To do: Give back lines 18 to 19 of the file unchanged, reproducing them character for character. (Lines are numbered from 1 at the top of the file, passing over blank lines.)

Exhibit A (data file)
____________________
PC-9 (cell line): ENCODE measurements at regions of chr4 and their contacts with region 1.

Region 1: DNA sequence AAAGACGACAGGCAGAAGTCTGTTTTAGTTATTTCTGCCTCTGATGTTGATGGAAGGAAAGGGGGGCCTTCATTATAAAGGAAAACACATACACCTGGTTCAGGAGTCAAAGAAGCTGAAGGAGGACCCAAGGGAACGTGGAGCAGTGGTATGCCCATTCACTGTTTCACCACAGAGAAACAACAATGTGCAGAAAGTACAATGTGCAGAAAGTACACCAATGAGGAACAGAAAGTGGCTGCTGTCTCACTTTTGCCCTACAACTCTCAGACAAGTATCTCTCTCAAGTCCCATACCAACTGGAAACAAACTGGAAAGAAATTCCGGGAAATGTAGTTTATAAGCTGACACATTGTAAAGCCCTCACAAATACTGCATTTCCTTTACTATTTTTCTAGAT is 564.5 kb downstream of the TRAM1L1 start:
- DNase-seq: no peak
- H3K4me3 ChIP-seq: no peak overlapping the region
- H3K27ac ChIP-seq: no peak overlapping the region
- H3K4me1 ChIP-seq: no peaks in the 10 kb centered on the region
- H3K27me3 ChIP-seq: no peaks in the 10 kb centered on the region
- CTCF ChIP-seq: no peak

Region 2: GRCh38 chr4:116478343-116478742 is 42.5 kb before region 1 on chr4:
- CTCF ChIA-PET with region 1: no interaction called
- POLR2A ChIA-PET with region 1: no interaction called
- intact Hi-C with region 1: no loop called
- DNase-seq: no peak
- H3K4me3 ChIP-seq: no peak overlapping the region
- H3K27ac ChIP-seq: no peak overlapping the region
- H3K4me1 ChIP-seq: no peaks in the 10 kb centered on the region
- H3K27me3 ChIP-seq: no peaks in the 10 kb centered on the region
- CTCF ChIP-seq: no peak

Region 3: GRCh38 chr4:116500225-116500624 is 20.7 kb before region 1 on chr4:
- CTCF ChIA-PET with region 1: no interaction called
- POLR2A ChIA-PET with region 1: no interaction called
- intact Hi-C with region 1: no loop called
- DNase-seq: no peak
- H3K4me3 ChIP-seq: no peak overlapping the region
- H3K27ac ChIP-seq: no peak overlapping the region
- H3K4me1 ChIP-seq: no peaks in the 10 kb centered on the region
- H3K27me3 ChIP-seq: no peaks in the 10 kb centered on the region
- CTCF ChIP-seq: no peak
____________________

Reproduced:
- CTCF ChIP-seq: no peak

Region 3: GRCh38 chr4:116500225-116500624 is 20.7 kb before region 1 on chr4: